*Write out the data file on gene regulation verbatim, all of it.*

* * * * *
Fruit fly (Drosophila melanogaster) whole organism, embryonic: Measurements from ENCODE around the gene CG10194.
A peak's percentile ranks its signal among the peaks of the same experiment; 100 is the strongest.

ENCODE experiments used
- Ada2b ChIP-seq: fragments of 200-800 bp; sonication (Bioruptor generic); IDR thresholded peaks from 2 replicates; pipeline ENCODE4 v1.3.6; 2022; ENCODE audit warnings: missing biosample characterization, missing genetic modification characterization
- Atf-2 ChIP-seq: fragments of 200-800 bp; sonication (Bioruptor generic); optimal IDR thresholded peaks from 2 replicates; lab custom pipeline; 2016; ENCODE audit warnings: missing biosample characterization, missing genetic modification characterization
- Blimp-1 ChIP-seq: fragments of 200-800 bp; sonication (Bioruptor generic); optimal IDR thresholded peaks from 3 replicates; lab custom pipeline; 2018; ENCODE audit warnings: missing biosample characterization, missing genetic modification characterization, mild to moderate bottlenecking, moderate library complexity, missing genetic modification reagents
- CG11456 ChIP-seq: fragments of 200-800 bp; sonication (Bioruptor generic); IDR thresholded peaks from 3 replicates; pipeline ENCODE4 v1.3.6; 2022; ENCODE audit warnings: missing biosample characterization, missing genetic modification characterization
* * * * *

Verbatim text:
Fruit fly (Drosophila melanogaster) whole organism, embryonic: Measurements from ENCODE around the gene CG10194.
A peak's percentile ranks its signal among the peaks of the same experiment; 100 is the strongest.

ENCODE experiments used
- Ada2b ChIP-seq: fragments of 200-800 bp; sonication (Bioruptor generic); IDR thresholded peaks from 2 replicates; pipeline ENCODE4 v1.3.6; 2022; ENCODE audit warnings: missing biosample characterization, missing genetic modification characterization
- Atf-2 ChIP-seq: fragments of 200-800 bp; sonication (Bioruptor generic); optimal IDR thresholded peaks from 2 replicates; lab custom pipeline; 2016; ENCODE audit warnings: missing biosample characterization, missing genetic modification characterization
- Blimp-1 ChIP-seq: fragments of 200-800 bp; sonication (Bioruptor generic); optimal IDR thresholded peaks from 3 replicates; lab custom pipeline; 2018; ENCODE audit warnings: missing biosample characterization, missing genetic modification characterization, mild to moderate bottlenecking, moderate library complexity, missing genetic modification reagents
- CG11456 ChIP-seq: fragments of 200-800 bp; sonication (Bioruptor generic); IDR thresholded peaks from 3 replicates; pipeline ENCODE4 v1.3.6; 2022; ENCODE audit warnings: missing biosample characterization, missing genetic modification characterization